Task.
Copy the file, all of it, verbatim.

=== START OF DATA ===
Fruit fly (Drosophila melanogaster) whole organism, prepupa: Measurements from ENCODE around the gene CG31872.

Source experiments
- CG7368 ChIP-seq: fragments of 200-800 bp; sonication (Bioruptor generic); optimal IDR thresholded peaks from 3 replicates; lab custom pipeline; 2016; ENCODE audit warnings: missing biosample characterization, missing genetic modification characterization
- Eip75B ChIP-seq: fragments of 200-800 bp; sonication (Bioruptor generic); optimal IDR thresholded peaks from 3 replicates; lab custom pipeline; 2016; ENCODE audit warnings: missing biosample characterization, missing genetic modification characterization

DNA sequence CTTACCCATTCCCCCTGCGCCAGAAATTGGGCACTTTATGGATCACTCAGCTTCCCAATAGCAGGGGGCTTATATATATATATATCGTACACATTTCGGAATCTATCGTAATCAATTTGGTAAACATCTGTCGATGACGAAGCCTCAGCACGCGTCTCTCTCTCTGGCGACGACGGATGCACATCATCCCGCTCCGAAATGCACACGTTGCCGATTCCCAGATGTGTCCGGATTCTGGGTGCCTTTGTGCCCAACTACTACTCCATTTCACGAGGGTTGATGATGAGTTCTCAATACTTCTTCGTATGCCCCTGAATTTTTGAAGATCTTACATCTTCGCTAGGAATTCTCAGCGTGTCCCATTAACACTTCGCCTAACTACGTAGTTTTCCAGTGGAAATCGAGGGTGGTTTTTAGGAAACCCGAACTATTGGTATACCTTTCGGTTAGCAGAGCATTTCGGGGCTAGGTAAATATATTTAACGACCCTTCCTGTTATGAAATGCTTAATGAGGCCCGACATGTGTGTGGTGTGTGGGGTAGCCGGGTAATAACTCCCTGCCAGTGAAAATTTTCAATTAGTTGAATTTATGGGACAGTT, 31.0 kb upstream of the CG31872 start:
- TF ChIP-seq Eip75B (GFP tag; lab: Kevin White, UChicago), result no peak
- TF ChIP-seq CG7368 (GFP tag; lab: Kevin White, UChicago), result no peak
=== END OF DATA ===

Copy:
Fruit fly (Drosophila melanogaster) whole organism, prepupa: Measurements from ENCODE around the gene CG31872.

Source experiments
- CG7368 ChIP-seq: fragments of 200-800 bp; sonication (Bioruptor generic); optimal IDR thresholded peaks from 3 replicates; lab custom pipeline; 2016; ENCODE audit warnings: missing biosample characterization, missing genetic modification characterization
- Eip75B ChIP-seq: fragments of 200-800 bp; sonication (Bioruptor generic); optimal IDR thresholded peaks from 3 replicates; lab custom pipeline; 2016; ENCODE audit warnings: missing biosample characterization, missing genetic modification characterization

DNA sequence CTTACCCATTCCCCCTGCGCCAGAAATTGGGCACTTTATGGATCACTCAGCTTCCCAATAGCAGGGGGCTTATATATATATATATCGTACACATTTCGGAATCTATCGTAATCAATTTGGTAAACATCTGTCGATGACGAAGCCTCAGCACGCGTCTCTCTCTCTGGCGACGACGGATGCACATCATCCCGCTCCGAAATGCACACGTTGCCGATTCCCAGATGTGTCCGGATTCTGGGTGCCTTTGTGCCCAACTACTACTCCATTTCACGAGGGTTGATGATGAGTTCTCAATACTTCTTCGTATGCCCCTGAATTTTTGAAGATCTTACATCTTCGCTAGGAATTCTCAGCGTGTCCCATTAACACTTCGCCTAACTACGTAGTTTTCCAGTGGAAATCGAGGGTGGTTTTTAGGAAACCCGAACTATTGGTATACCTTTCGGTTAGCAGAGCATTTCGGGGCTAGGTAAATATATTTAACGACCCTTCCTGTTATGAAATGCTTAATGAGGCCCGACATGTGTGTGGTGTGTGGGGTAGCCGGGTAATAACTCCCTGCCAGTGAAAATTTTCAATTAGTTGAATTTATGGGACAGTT, 31.0 kb upstream of the CG31872 start:
- TF ChIP-seq Eip75B (GFP tag; lab: Kevin White, UChicago), result no peak
- TF ChIP-seq CG7368 (GFP tag; lab: Kevin White, UChicago), result no peak